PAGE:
What Is A Face Fit Test?
Ever wondered what exactly is involved in a face fit test for a “dust mask” or indeed why you need one? Once again, it’s time for 1974 Rapport Ltd to dispel a few more myths…
It’s a common misconception that a Face Fit Test is a costly and complex procedure that somehow involves moulding or modifying a mask to the wearers face; simply not true!
It’s a relatively simple, quick and effective method to demonstrate if tight fitting respiratory protective equipment (RPE) does or does not create an effective seal to the wearers face; if a mask does not create a seal, if does not protect the wearer, an alarming percentage of masks simply do not fit the wearer.
Aside form the ethical & moral reasons for protecting the Health and Safety of workers, the simple illustration below explains how UK Regulations & HSE guidance make it a mandatory requirement to face fit test those wearing close fitting respirators & filtering face pieces. i.e. ANYONE wearing tight fitting RPE MUST receive a face fit test.
HSAW 1974 > MGMT 1999 > COSHH 2002 > PPE 1992 > HSG53 > INDG479 > Fit2fit Companion
There are two common types of fit test used in the UK; The Qualitative method (AKA the” Taste Test”) and The Quantitative method (AKA Ambient Particle Counting (often referred to as the “TSI Portacount” method))...
The Quantitative Method involves the use of instrumentation, the equipment measures an ambient particle count in the surrounding atmosphere and compares this reading to the particle count within the mask giving a “fit factor”. This type of fit test can be used for both full and half face RPE; although the speed and accuracy of this method makes it the preferred choice for professional face fit testers.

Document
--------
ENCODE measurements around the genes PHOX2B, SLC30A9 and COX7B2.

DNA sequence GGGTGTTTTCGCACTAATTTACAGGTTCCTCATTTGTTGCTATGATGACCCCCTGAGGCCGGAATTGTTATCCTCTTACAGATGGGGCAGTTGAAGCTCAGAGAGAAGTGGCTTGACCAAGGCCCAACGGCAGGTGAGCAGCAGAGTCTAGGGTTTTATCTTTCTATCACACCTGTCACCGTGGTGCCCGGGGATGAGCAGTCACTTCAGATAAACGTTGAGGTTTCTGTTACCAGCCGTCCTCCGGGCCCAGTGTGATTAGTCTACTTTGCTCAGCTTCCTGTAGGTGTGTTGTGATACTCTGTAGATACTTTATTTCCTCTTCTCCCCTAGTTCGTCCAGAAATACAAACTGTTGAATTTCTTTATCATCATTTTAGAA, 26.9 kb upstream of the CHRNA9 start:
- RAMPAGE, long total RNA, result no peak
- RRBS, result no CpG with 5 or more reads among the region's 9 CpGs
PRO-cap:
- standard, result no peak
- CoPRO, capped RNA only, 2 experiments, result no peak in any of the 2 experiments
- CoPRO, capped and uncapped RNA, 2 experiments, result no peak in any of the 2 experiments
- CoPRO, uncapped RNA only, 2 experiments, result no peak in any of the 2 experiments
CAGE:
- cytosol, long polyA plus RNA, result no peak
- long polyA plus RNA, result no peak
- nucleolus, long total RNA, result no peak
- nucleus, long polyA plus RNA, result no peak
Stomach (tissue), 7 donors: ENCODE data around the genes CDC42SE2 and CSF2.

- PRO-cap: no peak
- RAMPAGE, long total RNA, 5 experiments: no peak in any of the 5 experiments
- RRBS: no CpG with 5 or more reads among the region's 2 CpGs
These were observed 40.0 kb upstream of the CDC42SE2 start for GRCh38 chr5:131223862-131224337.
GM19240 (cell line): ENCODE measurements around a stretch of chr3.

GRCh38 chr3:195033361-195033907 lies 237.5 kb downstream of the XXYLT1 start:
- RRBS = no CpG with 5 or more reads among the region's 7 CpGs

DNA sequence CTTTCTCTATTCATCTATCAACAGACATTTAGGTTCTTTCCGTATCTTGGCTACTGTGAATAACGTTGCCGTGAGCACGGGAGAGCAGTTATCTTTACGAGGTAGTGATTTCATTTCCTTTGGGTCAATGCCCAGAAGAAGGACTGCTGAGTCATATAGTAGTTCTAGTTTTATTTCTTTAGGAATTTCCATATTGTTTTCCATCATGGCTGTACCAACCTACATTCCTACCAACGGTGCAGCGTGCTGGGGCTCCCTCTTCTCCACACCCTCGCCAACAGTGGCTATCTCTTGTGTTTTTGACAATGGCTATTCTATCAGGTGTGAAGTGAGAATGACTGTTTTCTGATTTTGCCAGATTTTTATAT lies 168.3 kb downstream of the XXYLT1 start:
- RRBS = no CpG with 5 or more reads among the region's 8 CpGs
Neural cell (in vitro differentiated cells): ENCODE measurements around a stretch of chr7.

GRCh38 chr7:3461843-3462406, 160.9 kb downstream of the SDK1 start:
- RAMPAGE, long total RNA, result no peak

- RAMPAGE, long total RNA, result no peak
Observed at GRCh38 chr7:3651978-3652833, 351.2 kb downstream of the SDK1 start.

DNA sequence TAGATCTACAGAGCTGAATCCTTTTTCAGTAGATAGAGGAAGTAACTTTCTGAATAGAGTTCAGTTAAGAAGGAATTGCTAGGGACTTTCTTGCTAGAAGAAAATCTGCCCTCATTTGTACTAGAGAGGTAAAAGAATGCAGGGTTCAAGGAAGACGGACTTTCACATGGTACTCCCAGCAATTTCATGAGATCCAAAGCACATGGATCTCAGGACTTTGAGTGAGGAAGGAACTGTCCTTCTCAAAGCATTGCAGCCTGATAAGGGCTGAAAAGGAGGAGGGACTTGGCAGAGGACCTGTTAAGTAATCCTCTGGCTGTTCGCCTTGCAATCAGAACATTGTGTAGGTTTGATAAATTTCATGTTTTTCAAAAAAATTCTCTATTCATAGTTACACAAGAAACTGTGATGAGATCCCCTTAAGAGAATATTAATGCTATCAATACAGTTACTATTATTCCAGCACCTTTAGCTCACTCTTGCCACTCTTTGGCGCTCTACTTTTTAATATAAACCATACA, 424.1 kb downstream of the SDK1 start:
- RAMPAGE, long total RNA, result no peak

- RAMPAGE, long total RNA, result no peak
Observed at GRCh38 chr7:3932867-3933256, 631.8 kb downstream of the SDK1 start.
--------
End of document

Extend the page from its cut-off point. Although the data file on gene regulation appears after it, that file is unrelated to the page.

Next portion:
The Qualitative Method can be very effective when undertaken by a competent fit tester. A foul tasting solution (Bittrex AKA Denatonium Benzoate) is sprayed into the breathing zone of the RPE wearer, held there by a hood placed over the wearers head. The Bittrex solution in aerosol form is not able to pass through the filter of the mask, therefore if the wearers tastes the solution, a seal has not been achieved and the mask does not fit.
Below, we look in more detail between the two common, HSE recognised test methods...
Either test method incorporates a range of basic exercises to demonstrate that the mask will be effective whilst in use. The fit testing process should be used during RPE selection and should be repeated when either the type of mask or the wearers facial features change, no longer than 2 yr intervals as per fit2fit guidance. Higher risk sectors choose to reduce this time frame further.
Face fit testing should be undertaken by a “competent person”, a list of BSIF fit2fit approved, competent fit testers can be found at http://fit2fit.org/ , Here you will find 1974 Rapport Ltd listed for both methods (and also train the tester courses).
For detailed information on Face fit Testing, the HSE have issued a guidance document INDG479 which is accompanied by the fit2fit companions. The HSE has also offered guidance of how to fit test safely during the pandemic, this guidance has now been adopted as best practice going forward,..
....or, please do feel free to contact 1974 Rapport Ltd for free, impartial, common sense advice.